Ever wonder how medicine and science converge to create new opportunities and new hope for the tiniest patients around the world? Cassidy Callahan, Rady Children’s Hospital-San Diego’s clinical research navigator, can certainly fill you in. Working in step with investigators and physician-scientists across Rady Children’s research team and partner organizations, Cassidy is a central part of bringing diagnostics, treatments and cures from researchers’ brains to patients’ bedsides. Learn more about what it takes to keep exploration moving forward from the research whiz herself.
What is a day in the life like in your role?
No day is the same as Rady Children’s clinical research navigator! I “live” over on Frost Street with the rest of the research team and wear a collection of hats, including helping investigators design new studies, creating education opportunities for our researchers and research staff, connecting investigators with philanthropic opportunities, and matching potential new trials with the researchers who will lead them. The best part of any day is getting to work with investigators who have an idea but aren’t sure how to turn that idea into research. It’s so exciting to get that peek into the future of pediatric care.
How did you begin working for Rady Children’s?
I got my start at Fresh Start Surgical Gifts, a nonprofit that provides reconstructive surgery to kids from socioeconomically disadvantaged families. The long surgery weekends were held in the Rady Children’s operating rooms and were staffed by amazing volunteer medical staff from Rady Children’s. That was my first taste, more than seven years ago, before officially joining the Rady Children’s family.
What do you think are some of the most exciting research initiatives happening at Rady Children’s right now?
I must give a shout-out to everyone who has contributed to getting the Moderna KidCOVE vaccine trial off the ground. This is exciting for two reasons: 1) Having the opportunity to help our community protect its children and see a way out of the COVID-19 pandemic has been a driver to get up and work hard every day and 2) It harkens back to Rady Children’s origin story as a polio clinic. With this being the first pediatric vaccine trial to be conducted on Main Campus, we are bringing our history full circle.
How can interested families get involved with research studies? What is typically required?
With more than 900 active research studies currently happening at Rady Children’s, there are lots of ways to get involved! The best way to learn more is to search clinicaltrials.gov or email email@example.com. Children aren’t just smaller versions of adults, and their unique physiological differences and development can make them process medications in a different way. That is why it is important to have pediatric research. There are different requirements, or inclusion criteria, depending on the specific study, but a good place to begin is with an interest in improving pediatric care for your child, children in your family and community, and those around the world.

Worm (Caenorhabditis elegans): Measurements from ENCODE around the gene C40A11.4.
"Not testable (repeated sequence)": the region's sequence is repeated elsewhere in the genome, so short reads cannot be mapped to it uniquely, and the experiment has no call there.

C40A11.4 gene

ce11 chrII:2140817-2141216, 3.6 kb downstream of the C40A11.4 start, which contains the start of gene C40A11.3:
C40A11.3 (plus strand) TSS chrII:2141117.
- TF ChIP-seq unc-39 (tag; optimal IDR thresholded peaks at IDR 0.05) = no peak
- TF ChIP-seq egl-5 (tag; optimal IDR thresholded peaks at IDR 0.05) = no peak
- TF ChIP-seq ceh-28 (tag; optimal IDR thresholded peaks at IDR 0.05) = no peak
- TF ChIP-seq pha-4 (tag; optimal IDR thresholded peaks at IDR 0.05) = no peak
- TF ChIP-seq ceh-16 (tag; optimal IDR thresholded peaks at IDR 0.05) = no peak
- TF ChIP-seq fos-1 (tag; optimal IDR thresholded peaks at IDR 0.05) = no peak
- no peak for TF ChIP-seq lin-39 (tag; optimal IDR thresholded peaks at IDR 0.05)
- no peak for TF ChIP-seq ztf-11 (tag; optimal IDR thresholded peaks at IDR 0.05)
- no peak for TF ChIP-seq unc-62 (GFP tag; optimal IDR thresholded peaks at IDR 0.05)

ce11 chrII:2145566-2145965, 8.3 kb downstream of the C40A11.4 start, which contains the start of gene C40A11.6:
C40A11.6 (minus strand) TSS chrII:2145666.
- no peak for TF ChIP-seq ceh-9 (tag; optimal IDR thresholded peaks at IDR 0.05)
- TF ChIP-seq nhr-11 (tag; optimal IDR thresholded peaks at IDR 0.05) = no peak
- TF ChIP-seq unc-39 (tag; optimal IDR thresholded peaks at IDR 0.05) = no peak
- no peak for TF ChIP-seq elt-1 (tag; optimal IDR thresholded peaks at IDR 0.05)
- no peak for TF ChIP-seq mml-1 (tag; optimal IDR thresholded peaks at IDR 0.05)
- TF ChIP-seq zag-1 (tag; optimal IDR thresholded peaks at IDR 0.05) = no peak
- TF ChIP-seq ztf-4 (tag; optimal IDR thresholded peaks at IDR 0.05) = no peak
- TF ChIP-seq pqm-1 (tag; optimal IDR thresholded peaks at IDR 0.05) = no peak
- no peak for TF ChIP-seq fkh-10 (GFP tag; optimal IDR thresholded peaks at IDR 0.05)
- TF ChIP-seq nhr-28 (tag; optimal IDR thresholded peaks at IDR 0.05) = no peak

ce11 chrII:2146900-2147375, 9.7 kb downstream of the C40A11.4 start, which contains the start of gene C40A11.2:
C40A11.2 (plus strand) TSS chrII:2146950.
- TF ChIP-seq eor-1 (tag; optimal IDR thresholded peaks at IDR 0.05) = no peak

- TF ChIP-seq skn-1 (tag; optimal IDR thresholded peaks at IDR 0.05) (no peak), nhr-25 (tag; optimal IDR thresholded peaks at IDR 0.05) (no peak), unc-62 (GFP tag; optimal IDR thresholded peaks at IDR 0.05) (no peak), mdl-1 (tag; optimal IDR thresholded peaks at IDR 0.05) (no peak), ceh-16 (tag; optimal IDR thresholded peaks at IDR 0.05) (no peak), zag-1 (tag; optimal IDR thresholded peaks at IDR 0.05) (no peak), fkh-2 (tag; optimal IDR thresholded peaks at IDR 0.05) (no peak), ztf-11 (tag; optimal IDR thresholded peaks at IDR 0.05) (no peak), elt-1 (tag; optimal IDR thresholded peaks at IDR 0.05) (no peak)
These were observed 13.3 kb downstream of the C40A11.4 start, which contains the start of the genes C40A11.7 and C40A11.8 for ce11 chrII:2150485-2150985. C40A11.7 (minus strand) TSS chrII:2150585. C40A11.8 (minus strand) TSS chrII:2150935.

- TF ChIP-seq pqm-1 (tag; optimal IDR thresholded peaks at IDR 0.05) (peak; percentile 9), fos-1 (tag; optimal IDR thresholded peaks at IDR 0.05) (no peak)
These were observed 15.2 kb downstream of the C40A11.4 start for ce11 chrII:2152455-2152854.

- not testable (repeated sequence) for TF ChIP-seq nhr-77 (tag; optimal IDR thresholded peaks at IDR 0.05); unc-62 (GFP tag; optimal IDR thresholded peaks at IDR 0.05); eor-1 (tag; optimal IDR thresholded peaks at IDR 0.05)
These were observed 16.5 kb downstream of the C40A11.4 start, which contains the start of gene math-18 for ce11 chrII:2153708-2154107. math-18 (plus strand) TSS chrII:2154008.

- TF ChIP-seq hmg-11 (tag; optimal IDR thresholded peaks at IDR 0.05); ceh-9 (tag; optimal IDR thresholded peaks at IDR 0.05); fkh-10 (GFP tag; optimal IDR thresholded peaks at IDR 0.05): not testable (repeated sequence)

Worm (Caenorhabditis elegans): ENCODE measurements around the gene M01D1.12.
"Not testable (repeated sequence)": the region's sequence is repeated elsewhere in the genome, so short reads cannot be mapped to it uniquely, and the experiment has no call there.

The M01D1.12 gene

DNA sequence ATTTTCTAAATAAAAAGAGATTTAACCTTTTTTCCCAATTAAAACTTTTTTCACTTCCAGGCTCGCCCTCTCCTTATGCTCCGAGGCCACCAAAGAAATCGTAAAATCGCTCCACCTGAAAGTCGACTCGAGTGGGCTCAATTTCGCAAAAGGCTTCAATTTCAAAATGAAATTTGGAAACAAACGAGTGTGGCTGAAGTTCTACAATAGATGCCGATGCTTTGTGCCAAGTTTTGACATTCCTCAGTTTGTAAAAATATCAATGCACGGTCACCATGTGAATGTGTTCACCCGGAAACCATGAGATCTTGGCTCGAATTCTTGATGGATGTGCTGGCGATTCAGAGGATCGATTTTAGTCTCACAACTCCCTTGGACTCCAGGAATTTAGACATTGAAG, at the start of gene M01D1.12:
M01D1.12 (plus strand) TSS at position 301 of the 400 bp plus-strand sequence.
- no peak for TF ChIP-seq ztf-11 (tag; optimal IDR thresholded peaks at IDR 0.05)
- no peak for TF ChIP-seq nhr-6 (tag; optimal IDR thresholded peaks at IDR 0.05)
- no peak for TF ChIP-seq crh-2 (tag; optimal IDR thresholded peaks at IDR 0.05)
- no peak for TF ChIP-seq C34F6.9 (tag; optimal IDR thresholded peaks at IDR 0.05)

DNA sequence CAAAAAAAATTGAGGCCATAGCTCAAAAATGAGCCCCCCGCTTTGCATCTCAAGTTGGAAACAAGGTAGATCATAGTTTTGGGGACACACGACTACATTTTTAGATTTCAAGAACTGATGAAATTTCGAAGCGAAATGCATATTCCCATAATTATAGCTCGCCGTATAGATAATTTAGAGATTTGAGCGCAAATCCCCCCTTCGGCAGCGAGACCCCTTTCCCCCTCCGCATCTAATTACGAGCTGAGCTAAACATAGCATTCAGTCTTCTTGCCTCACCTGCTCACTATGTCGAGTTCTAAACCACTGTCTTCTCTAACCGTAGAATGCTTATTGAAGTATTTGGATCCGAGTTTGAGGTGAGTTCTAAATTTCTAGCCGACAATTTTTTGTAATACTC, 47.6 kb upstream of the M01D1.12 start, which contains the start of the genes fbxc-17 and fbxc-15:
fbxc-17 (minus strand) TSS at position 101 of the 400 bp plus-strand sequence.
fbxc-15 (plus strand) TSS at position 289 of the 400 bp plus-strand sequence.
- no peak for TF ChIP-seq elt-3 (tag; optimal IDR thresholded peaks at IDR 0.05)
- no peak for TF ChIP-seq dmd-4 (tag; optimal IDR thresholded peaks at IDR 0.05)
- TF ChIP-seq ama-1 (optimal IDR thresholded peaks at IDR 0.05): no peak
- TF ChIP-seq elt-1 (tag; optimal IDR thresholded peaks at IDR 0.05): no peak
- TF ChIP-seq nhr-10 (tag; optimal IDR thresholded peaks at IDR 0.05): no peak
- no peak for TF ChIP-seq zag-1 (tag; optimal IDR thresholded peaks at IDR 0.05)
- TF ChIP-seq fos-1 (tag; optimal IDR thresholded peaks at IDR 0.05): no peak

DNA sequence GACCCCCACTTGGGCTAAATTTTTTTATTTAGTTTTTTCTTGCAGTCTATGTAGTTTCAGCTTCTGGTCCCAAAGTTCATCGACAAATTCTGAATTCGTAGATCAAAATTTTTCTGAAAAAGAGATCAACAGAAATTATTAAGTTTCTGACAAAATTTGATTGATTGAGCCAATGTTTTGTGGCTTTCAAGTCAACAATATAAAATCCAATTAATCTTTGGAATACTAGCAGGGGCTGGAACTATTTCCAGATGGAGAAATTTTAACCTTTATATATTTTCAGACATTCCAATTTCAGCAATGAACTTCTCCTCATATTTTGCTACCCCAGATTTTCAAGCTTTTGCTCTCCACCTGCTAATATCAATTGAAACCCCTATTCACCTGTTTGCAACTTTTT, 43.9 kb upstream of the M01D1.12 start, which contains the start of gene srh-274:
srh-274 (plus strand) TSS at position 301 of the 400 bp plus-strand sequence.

What do you see as being some big areas of opportunity for pediatric health research, e.g., less addressed, foundational research with room for expansion, etc.?
100% gene and cell therapy! We have a team working to make these novel therapeutic techniques available at Rady Children’s and elsewhere. It is so exciting to give children and families a potential solution to devastating genetic diseases through the replacement or correction of mutated or missing genes.
If you were an animal, which animal would you be and why?
I am currently reading “Fuzz” by Mary Roach, so I have to say I would be a macaque monkey in New Dehli, where I could play elaborate tricks on unsuspecting tourists and munch on the fruits left as offerings to Hanuman. I am a very playful person at heart.
You have a month and an unlimited budget to take a dream vacation. Where are you going and what are you doing?
Maybe not for a month, and not on an unlimited budget, but my fiancé and I are planning our honeymoon through Eastern Europe and the Balkans next month. That is a dream-come-true vacation!
What are your words to live by?
“Fight for the things that you care about. But do it in a way that will lead others to join you.” — Ruth Bader Ginsburg. I have a very large portrait of her above my dining room table that reminds me of this every morning when I eat breakfast.
What are your three favorite books of all time?
“The Strange Case of Dr. Couney: How a Mysterious European Showman Saved Thousands of American Babies” by Dawn Raffel; “Sisters in Law: How Sandra Day O’Conner and Ruth Bader Ginsburg Went to the Supreme Court and Changed the World” by Linda Hirshman; and anything by David Sedaris — he is gold.
If you could create your ultimate concert lineup from your favorite bands and artists, living or dead, who would be on the bill?
I love listening to NPR podcasts and, pre-pandemic, I loved going to live recordings. I would thoroughly enjoy a lineup of “Wait, Wait, Don’t Tell Me!” followed up with “This American Life.”